Physician, Amorous Squire and Gentlewoman
Physician and squire.
Dethe to the Phisician
Maister of phisik / whiche [o]n ȝowre vryne
So loke and gase / & stare a-ȝenne the sunne
For al ȝowre crafte / & studie of medicyne
Al the practik / & science that ȝe cunne
Ȝowre lyues cours / so ferforthe ys I-runne
Aȝeyne my myght / ȝowre crafte mai not endure
For al the golde / that ȝe ther-bi haue wonne
Good leche is he / that can hym self recure.
ȝowre vryne: your urine
look, gaze and stare against the sun
leche: physician (leech)
The Phecissian answereth
Ful longe a-gon / that I vn-to phesike
Sette my witte / and my diligence
In speculatif / & also in practike
To gete a name / thurgh myn excellence
To fynde oute / a-ȝens pestilence
Preseruatifes / to staunche hit & to fyne
But I dar saie / shortli in sentence
A-ȝens dethe / is worth no medicyne.
in theory and in practice
hit: it, fyne: end
Dethe to the amerous Squyere
Ȝe that be Jentel / so fresshe & amerous
Of ȝeres ȝonge / flowryng in ȝowre grene age
Lusti fre of herte / and eke desyrous
Ful of deuyses / and chaunge yn ȝowre corage
Plesaunt of porte / of loke & [of] visage
But al shal turne / in to asshes dede
For al beaute / is but a feynte ymage
Whiche steleth a-wai / or folkes can take hede.
The Squyer answereth
Allas allas / I can now no socoure
A-ȝeyns dethe / for my selfe prouyde
Adieu of ȝowthe / the lusti fressh floure
Adieu veynglorie / [of bewte and of pride]
Adieu al seruyse / of the god cupide
Adieu my ladyes / so fresshe so wel be-seyne
For a-ȝeyne dethe / no thynge mai abide
And wyndes grete / gon doune with litel reyne
Dethe to the Gentilwoman amerous
Come forthe Maistresse / of ȝeres ȝonge & grene
Whiche holde ȝowre self / of beaute souereyne
As feire as ȝe / was sum tyme pollicene
Penelope / and the quene Eleyne
Ȝitte on this daunce / thei wenten bothe tweyne
And so shul ȝe / for al ȝowre straungenesse
Though daunger longe / yn loue hathe lad ȝow reyne
A-rested is / ȝowre chaunge of dowblenesse.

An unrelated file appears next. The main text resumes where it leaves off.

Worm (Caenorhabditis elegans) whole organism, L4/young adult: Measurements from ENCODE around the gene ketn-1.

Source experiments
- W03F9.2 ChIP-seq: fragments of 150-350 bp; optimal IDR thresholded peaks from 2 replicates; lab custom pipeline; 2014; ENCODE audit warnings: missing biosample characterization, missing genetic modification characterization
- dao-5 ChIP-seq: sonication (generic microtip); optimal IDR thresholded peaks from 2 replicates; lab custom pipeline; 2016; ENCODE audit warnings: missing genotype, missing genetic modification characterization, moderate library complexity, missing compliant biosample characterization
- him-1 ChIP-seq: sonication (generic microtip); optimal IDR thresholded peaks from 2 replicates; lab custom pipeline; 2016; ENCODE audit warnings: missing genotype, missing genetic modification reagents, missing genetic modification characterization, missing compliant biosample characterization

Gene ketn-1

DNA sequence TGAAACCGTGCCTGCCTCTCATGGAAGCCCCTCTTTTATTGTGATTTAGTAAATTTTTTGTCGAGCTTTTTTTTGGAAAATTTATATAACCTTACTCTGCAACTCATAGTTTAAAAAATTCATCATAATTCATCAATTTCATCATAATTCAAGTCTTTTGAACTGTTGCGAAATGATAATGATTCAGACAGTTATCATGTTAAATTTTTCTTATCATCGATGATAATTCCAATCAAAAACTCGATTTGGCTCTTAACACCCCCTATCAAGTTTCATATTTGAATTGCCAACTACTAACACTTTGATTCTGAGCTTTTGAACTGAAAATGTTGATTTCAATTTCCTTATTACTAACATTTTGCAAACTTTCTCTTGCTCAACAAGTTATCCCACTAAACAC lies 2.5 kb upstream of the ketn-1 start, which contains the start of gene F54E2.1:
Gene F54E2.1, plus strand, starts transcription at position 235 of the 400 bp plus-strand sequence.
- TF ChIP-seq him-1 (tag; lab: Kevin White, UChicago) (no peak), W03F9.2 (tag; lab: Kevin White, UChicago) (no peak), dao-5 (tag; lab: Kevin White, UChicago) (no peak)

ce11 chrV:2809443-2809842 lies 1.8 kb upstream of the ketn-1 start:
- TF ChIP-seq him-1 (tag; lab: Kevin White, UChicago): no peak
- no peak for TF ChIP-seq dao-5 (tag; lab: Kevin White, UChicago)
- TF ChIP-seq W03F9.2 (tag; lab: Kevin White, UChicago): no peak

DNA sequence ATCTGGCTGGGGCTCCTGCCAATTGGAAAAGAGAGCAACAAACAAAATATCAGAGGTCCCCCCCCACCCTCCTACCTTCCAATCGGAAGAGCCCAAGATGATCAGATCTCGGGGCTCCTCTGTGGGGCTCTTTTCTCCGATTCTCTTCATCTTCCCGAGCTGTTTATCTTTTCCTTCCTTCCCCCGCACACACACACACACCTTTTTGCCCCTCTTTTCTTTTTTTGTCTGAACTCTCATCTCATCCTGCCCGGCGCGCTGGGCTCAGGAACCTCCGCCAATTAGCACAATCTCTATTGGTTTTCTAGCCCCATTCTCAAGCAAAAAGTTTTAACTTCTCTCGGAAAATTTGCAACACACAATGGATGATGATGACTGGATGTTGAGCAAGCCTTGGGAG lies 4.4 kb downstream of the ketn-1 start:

sum tyme: formerly; Polyxena: youngest daughter of King Priam of Troy
The Jentilwoman answereth
O cruel dethe / that sparest noon a-state
To olde and ȝonge / thow arte indefferente
To my beaute / thou haste I-seide checke-mate
So hasti is / thi mortal Jugemente
For yn my ȝowthe / this was myn entente
To my seruyce / many a man to a lured
But she is a fole / shortli yn sentemente
That in her beaute / is to moche assured.
Physician with a urine glass from Lübeck.
Berner Totentanz, the physician.
The doctor is always portrayed with a urine glass, which he holds up
against the sun to check for diseases.
When Death speaks of ȝowre vryne, it makes you wonder
if it's the physicians own urine that is being investigated.
Notice how Death in Paris (at the top of this page) is tugging at the doctor's dress in the crotch area. The picture to the right is from the dance of death
in Bern (Switzerland), where the doctors grasps his own crotch. Maybe to show the source of the urine sample.
Compare with the physician in Holbein's dance of death
and Holbein's great dance of death.
Simon Vostre: l'amoureuse
The loving noblewoman was — like the other women — added by Lydgate.
It's true that in Paris there was a
l'amoureuse, as a sort of replica of
"l'amoureux", the male suitor,
but the women's dance was a later invention.
The oldest datable manuscript with the women's dance is from 1482.
The Parisian "l'amoureuse" is a more ambiguous character,
who in the dialogue is scolded for being a prostitute,
while Lydgate obviously thought of his
"Gentilwoman amerous" as the female counterpart of
"the amerous Squyere".